Using a G.R.A.P.E.S. Chart to organize information about ancient Civilizations is a useful tool to enhance students' analysis of the characteristics and contributions of a society. Going further and including visuals helps students to better retain the details of each category. In this activity, students will create a spider map that focuses on the geography of ancient India.
By focusing on just one category, students are encouraged to include more information and should complete 3-6 cells. Students can come together after they’ve created their storyboards to share what they’ve learned. The full G.R.A.P.E.S. Chart can be used as a post assessment after students have presented.
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Objective: Create a spider map focusing on the different characteristics of the Geography of ancient India.
Requirements: Minimum of 3-6 cells showcasing different characteristics of the Geography of ancient India. Appropriate scenes to illustrate each cell. 1-3 sentence description for each cell demonstrating your understanding.
(You can also create your own on Quick Rubric.)
Examples of specific geographical locations are accurate, complete, well organized, and easy to understand.
Examples of specific geographical locations are somewhat accurate, complete, well organized, and easy to understand.
Examples are inaccurate, incomplete, disorganized, and difficult to understand.
Illustrations depict the written description with clear visuals of appropriate scenes, characters, items, etc.
Illustrations depict the written description but are unclear or incomplete.
Illustrations do not make sense with the written description.
Spelling and Grammar
Spelling and grammar is mostly accurate. Mistakes do not get in the way of understanding.
Spelling is inaccurate and hinders full understanding.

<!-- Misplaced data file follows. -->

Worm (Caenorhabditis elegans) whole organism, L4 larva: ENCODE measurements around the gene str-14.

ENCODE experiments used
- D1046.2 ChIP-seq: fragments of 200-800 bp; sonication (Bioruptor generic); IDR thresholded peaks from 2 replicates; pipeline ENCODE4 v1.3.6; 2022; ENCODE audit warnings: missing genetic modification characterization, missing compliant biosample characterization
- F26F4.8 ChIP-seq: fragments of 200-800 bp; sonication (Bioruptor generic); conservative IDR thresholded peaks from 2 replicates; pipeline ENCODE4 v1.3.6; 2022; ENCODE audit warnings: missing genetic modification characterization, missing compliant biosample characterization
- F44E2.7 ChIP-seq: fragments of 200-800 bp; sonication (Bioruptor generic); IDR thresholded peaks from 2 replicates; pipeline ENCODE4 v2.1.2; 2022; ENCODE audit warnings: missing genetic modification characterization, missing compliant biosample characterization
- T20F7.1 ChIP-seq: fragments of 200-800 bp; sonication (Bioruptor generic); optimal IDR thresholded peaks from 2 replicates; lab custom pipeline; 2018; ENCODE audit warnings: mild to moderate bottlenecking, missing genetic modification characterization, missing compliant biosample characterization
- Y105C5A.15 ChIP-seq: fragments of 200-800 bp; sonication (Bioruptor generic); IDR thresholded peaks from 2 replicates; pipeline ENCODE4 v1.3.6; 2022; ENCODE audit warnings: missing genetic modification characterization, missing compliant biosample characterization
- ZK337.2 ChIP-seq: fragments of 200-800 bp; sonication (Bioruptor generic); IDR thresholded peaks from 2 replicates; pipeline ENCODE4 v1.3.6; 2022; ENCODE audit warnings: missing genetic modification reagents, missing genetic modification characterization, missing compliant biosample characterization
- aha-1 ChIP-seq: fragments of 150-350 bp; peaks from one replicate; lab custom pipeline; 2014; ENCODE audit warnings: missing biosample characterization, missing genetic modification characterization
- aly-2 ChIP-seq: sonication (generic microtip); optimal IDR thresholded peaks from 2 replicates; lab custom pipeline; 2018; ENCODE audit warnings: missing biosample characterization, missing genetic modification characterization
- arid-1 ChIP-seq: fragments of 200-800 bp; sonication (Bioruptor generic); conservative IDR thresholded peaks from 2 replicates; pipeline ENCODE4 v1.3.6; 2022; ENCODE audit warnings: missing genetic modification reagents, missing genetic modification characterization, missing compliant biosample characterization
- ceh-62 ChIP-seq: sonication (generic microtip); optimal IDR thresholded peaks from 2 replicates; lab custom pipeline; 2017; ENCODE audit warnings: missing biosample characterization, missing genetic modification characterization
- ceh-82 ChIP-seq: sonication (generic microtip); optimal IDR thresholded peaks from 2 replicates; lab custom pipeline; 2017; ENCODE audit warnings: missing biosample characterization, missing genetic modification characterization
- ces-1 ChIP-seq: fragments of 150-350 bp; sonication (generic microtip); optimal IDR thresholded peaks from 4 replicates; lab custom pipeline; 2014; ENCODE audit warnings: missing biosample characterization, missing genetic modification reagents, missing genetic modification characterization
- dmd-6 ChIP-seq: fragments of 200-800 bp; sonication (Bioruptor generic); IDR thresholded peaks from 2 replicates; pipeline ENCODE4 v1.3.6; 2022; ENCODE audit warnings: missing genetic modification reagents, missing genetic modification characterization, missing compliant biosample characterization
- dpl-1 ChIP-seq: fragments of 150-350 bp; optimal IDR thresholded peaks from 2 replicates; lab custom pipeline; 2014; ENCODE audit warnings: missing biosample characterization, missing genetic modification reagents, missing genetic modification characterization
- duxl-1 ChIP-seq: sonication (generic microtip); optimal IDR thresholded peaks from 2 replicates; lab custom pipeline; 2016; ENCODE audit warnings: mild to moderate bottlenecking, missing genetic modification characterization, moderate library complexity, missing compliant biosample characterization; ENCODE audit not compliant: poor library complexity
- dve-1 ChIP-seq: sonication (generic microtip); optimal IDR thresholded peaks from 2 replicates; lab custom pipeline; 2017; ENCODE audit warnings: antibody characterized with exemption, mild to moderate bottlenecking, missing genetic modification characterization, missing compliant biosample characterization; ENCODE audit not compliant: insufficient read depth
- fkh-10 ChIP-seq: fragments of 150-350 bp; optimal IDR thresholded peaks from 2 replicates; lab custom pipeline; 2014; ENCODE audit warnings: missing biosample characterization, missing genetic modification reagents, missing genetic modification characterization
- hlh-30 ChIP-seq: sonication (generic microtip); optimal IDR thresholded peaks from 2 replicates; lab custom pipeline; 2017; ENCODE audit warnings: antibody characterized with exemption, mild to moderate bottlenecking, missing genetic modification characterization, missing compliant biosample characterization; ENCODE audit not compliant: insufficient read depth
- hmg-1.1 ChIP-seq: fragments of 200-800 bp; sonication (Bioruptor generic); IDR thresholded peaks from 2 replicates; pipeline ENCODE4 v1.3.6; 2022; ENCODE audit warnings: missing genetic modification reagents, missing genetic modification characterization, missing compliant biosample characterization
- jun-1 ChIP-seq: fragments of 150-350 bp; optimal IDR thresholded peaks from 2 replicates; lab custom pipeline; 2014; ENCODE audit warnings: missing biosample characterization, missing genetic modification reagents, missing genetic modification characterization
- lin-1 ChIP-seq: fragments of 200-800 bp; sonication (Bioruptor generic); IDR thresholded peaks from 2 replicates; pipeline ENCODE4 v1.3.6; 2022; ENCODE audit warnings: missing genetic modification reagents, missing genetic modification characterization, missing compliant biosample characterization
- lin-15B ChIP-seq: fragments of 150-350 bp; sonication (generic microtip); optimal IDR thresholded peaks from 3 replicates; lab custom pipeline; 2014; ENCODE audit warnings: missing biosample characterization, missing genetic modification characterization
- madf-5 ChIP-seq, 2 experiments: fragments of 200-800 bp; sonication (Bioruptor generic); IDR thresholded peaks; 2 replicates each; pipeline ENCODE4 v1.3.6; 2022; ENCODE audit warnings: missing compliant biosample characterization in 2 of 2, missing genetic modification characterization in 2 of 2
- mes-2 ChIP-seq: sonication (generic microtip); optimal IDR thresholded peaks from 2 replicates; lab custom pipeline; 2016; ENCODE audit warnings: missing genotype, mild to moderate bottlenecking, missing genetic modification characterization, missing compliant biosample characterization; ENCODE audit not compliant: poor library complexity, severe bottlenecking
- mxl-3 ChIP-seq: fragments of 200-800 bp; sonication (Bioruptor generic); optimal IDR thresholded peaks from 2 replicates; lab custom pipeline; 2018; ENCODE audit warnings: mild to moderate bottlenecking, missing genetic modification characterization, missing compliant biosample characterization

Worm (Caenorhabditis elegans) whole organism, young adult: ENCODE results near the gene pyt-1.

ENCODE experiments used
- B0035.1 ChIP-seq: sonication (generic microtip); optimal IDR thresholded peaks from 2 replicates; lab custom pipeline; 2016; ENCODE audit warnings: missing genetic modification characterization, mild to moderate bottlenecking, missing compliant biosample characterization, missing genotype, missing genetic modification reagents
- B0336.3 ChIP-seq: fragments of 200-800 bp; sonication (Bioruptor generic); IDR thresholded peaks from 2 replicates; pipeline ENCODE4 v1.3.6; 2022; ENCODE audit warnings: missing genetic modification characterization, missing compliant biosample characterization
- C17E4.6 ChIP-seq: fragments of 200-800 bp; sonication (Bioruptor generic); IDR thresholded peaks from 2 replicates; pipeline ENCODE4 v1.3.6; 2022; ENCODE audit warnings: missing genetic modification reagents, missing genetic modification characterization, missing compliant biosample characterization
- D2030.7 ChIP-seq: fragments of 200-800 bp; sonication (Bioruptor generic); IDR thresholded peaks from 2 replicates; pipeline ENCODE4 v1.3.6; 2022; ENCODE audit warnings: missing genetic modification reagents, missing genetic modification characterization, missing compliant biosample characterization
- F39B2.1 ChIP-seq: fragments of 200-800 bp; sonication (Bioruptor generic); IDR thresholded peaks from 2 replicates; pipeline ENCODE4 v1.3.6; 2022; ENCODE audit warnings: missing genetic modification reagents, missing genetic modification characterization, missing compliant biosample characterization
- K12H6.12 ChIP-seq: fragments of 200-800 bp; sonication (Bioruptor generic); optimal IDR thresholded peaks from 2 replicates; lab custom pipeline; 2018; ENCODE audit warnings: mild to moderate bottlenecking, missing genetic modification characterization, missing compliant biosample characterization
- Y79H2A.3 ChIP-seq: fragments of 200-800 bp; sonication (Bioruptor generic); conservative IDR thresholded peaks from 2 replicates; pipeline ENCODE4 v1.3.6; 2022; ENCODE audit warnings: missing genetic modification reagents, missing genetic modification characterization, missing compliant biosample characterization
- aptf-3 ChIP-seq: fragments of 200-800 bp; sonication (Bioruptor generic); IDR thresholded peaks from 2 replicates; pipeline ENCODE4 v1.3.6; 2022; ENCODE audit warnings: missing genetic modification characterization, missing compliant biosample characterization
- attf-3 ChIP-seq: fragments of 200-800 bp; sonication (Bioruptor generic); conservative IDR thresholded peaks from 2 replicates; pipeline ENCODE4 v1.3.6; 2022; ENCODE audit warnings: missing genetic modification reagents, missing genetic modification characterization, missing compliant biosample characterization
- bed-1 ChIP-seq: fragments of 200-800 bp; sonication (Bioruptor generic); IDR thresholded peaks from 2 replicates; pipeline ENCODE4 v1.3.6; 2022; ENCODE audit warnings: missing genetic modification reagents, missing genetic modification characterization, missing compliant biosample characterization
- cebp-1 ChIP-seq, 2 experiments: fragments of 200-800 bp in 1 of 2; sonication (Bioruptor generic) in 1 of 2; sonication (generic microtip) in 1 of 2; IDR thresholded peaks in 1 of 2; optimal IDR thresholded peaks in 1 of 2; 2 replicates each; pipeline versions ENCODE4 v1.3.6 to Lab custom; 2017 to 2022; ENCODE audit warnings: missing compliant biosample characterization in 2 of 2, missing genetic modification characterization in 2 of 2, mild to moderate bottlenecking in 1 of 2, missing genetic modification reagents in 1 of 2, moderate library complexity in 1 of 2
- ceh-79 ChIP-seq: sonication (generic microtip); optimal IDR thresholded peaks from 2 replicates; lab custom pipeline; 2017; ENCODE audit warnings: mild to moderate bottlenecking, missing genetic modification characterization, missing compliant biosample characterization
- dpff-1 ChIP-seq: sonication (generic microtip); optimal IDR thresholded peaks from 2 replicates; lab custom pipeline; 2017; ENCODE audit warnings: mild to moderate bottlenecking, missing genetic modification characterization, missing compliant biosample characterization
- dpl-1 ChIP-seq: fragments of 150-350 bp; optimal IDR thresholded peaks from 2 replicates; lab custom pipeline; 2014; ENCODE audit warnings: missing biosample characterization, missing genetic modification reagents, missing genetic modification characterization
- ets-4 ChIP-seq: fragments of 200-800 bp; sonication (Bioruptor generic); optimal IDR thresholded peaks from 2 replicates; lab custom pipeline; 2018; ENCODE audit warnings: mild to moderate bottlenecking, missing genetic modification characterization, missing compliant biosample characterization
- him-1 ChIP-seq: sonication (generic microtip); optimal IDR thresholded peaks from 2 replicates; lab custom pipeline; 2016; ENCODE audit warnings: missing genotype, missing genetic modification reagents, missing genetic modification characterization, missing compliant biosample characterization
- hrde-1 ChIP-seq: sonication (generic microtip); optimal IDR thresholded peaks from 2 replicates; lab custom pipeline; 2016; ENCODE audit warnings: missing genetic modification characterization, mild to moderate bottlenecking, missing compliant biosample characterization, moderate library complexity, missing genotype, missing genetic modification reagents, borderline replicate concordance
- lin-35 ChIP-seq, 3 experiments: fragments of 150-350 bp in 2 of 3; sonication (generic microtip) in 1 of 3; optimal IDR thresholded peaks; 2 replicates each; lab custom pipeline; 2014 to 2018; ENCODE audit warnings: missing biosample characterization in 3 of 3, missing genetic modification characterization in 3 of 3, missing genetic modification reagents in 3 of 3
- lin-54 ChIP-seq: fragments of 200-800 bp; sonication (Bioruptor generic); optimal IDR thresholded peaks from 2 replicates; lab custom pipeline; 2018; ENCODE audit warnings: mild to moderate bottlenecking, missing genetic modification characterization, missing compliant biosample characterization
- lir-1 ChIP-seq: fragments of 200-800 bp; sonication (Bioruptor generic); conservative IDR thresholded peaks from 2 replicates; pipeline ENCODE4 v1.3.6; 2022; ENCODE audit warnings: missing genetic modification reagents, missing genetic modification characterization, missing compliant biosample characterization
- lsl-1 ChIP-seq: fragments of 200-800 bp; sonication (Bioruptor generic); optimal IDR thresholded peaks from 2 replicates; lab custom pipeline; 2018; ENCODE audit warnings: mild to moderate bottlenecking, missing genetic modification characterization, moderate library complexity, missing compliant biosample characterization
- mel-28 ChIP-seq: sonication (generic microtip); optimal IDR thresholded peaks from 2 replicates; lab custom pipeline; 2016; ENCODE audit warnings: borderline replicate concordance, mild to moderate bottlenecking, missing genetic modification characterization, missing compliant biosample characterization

Text is difficult to understand.
Begin by simply introducing the concept of geography. Ask the students what geography is according to their knowledge and why it is important besides knowing where a country or region exists. Explain to the students the significance of geography as a subject and how the knowledge of this subject can create a great difference.
One of the simpler aspects of geography is to locate a region on the map. Students can use an old map to pinpoint this location with the help of teachers and discuss all nearby regions as well. Once students are done with the old map, they can print out a modern-day map and try to match the pinpoint locations on the old map with the new one and discuss the transformation and evolution.
Explain to the students that analyzing landforms and waterbodies for a particular region is also included in geography and how this analysis gives a lot of meaningful and significant information about trade routes and agricultural practices. Students can search for any famous or significant landforms or waterbodies in ancient Indian civilization as a topic for research.
Help the students to compare the topography of ancient India to that of Mesopotamia, Egypt, or China. Students can also compare the geography of various ancient civilizations or modern civilizations to find out major differences and what other factors are coming into play here.
Include exercises involving maps, role-playing games, or simulations to help students engage with the geographic features of ancient India. Encourage the students to actively participate in discussions and debates for a better learning experience.
Ancient India's main physical characteristics included the Himalayan mountain range to the north, the plains of the Indus and Ganges rivers, the Thar Desert, and the Deccan Plateau.
Due to its dry environment, which made cultivation difficult, the Thar Desert faced obstacles. The Himalayas also functioned as a natural barrier, affecting trade routes and relations with adjacent areas. Some of these areas still face these challenges especially because of the change in climate and related activities.
Agriculture depends on the monsoon season, which is marked by torrential rainfall. Monsoons were crucial to Ancient Indians' economy and way of life since their timely arrival affected the success of their harvests. Agriculture was one of the major livelihoods of the ancient Indian society back then.